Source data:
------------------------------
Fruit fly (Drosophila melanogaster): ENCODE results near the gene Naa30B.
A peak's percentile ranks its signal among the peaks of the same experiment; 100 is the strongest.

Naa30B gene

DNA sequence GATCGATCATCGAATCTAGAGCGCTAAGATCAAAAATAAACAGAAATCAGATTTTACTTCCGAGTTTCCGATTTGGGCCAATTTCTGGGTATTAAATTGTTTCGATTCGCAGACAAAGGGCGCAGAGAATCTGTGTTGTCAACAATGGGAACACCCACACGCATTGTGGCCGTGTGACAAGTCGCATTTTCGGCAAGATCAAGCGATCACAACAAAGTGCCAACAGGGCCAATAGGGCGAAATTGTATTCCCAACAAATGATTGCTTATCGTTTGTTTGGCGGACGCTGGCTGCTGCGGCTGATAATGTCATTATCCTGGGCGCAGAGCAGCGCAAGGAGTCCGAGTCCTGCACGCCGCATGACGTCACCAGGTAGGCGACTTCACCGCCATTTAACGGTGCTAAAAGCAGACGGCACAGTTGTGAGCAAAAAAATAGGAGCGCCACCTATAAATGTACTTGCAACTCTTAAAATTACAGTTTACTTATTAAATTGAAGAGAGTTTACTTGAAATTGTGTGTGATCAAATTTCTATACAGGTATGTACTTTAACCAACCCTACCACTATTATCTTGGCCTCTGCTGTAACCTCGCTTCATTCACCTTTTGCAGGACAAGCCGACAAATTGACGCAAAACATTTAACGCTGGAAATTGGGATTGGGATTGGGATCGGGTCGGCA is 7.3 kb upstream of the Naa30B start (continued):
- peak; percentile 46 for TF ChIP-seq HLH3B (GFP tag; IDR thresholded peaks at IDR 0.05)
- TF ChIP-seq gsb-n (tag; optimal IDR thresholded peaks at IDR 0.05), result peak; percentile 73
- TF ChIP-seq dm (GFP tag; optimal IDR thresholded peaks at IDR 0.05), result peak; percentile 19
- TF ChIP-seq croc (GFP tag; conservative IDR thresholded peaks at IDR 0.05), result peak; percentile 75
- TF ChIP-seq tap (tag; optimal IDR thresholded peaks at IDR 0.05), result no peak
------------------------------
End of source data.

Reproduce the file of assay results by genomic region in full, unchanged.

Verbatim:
Fruit fly (Drosophila melanogaster): ENCODE results near the gene Naa30B.
A peak's percentile ranks its signal among the peaks of the same experiment; 100 is the strongest.

Naa30B gene

DNA sequence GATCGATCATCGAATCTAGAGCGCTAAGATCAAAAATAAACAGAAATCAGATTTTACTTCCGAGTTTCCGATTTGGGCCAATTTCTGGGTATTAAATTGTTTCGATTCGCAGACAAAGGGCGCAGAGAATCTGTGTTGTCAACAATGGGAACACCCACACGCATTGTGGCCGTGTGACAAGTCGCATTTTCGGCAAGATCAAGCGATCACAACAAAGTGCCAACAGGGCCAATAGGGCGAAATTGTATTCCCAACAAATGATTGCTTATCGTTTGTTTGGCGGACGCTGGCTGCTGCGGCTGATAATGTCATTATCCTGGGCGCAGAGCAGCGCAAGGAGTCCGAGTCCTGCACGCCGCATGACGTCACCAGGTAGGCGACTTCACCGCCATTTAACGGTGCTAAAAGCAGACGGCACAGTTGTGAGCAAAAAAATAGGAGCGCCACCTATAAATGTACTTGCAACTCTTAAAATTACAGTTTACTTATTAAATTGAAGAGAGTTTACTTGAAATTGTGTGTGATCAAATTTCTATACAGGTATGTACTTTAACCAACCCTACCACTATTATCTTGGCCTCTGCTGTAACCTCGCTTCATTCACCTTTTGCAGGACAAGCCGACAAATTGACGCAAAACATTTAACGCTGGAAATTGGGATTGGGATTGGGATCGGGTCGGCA is 7.3 kb upstream of the Naa30B start (continued):
- peak; percentile 46 for TF ChIP-seq HLH3B (GFP tag; IDR thresholded peaks at IDR 0.05)
- TF ChIP-seq gsb-n (tag; optimal IDR thresholded peaks at IDR 0.05), result peak; percentile 73
- TF ChIP-seq dm (GFP tag; optimal IDR thresholded peaks at IDR 0.05), result peak; percentile 19
- TF ChIP-seq croc (GFP tag; conservative IDR thresholded peaks at IDR 0.05), result peak; percentile 75
- TF ChIP-seq tap (tag; optimal IDR thresholded peaks at IDR 0.05), result no peak